Hematospermia literally means blood in the ejaculate. For men who have experienced it, it can be a shocking situation and a cause for tremendous anxiety. The cause for it is (not universally but) most commonly, benign. Why and how does it happen?
The majority fluid in the ejaculate comes from 2 sources: the prostate and seminal vesicles; they account for 95% of the fluid. The prostate sits below a man’s bladder and surrounds the prostatic urethra. The Seminal vesicles lie above and behind the prostate and join the ampulla of the vas to form the ejaculatory ducts. Those ducts travel through the prostate to empty into the prostatic urethra.
The vasa carry sperm from the testis and epididymis to the ejaculatory ducts. The sperm contribution accounts for almost 5 % of the ejaculate volume. Separately, Cowpers (bulbourethral) glands can also contribute a little fluid.
The true prevalence and incidence of hematospermia is unknown, but a urologist typically sees at least a few unnerved individuals a year with this complaint. Some patients have only one episode. However, once there is blood in the seminal vesicle, the hematospermia can recur over 2 weeks to 2 months without significance.
The typical approach at first presentation is for the physician to obtain a history including history relevant to risk for urinary infection and or sexually transmitted disease. A physical examination including a prostate examination (which also includes examination of the seminal vesicles) is performed and a urine analysis is performed. In cases of persistent or recurrent hematospermia, the physician may order imaging studies such as prostate ultrasound or pelvic MRI. Pelvic MRI currently offers the most sensitive and specific means of looking for any anatomic abnormality in the pelvis.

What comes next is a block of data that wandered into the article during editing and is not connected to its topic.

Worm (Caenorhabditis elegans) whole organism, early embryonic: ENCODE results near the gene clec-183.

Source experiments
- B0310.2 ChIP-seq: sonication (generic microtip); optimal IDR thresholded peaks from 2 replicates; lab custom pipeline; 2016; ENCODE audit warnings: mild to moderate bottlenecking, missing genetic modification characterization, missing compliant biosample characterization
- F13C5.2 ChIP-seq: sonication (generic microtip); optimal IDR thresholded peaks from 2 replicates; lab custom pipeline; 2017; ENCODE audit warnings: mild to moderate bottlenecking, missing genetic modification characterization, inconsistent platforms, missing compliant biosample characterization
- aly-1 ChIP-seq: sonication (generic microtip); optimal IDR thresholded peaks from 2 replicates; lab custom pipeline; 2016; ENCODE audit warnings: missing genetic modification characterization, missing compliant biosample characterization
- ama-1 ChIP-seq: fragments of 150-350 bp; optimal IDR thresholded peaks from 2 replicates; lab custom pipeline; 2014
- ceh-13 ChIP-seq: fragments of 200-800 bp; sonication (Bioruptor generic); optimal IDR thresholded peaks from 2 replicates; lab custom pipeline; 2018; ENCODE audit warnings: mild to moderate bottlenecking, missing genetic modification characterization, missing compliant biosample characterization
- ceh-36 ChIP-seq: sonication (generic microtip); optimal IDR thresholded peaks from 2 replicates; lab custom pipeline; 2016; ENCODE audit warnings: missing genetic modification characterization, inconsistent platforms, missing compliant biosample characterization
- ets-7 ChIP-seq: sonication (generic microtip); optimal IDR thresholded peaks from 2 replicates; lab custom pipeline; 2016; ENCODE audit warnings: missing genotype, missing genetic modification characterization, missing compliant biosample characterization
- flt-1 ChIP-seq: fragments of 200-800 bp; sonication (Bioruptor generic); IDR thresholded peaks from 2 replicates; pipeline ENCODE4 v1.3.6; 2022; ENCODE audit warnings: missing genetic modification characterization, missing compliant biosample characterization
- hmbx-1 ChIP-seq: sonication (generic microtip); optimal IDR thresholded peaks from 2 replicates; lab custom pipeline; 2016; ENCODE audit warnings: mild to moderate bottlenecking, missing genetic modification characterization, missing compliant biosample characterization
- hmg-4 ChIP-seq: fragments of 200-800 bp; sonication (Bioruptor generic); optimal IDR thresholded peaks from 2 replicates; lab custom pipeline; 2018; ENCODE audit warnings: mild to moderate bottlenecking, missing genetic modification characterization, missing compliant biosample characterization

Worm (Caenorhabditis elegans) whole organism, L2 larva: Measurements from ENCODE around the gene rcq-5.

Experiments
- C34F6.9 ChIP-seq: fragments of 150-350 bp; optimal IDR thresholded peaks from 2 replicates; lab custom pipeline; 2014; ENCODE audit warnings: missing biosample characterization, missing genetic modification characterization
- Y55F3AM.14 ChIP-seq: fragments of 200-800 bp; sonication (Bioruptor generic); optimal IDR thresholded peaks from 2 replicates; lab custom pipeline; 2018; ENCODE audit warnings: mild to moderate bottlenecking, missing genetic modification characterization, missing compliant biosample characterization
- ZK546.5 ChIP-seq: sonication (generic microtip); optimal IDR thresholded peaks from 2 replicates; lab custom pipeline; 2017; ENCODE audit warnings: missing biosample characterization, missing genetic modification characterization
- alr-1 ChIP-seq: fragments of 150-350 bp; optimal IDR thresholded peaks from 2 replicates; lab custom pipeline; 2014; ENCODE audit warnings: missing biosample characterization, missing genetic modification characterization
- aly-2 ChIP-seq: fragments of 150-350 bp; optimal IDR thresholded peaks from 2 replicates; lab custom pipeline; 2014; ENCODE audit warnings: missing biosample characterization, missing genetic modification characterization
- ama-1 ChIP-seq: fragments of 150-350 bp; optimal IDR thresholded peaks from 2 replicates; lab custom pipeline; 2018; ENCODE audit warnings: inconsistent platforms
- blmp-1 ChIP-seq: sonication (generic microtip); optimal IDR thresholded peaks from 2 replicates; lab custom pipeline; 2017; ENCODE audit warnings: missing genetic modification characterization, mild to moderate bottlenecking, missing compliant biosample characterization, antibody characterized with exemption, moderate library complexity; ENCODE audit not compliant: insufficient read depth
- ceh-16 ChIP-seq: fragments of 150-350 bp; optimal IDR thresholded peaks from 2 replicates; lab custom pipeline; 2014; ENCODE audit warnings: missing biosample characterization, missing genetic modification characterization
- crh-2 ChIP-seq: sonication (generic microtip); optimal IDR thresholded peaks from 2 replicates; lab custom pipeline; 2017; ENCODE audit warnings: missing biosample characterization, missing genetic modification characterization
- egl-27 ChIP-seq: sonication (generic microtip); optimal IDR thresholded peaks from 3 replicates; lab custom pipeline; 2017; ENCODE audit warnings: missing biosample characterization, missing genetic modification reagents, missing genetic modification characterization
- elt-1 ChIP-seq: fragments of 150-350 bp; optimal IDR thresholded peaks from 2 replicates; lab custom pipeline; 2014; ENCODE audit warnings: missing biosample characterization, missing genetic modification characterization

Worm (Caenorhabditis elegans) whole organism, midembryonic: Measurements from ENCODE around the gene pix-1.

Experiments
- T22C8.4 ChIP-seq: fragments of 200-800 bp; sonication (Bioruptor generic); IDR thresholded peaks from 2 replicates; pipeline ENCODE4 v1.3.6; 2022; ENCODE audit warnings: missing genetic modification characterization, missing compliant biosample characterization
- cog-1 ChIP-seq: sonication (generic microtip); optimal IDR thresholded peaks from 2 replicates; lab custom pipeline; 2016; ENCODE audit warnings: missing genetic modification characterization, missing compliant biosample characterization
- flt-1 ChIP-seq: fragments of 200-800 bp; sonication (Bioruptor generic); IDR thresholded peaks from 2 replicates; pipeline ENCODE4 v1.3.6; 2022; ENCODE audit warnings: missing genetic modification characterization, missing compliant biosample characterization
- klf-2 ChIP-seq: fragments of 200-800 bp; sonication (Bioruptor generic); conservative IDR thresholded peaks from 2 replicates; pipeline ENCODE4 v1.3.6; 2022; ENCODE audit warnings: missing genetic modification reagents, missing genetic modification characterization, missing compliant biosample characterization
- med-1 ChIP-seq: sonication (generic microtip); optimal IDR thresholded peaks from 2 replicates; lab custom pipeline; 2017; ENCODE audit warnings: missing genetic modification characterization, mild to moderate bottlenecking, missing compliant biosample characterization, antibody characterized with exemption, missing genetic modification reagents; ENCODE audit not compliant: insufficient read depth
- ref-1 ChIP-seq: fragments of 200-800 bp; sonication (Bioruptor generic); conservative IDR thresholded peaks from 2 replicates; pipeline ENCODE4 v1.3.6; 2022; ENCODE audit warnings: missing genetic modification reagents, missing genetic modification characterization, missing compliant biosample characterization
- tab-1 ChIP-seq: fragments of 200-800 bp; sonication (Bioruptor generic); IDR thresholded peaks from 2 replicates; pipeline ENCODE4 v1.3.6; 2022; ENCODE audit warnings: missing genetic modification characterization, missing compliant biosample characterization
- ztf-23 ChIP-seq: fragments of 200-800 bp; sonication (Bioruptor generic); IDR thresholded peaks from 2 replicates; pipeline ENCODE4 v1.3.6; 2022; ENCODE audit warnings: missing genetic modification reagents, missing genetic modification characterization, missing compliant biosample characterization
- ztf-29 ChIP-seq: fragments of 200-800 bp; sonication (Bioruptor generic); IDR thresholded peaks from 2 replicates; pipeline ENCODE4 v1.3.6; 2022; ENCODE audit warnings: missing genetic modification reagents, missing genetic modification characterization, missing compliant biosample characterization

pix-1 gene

The cause for hematospermia is idiopathic (happens by itself) in the majority of cases. Less commonly, infection may be involved. Some anatomic abnormalities such as a cyst in the prostate or ejaculatory duct can be associated with the condition. Prostate calculi or stones have also (rarely) been seen in association. Surgical procedures such as prostate biopsy or prostate resection (TURP) have also been commonly associated. Uncommon or rare causes of hematospermia include a vascular malformation in the pelvis or a tumor.
When due to a benign cause, the course of hematospermia is usually self limited. Sometimes, when associated with enlarged prostate in men older than forty, use of a five alpha reductase inhibitor such as proscar or Avodart are helpful in the faster resolution of symptoms.
Having practiced for 20 years, I still have not seen a patient with hematospermia due to a malignant cause in my practice. However, despite the fact that the majority of cases are due to benign causes, evaluation by a physician is still appropriate.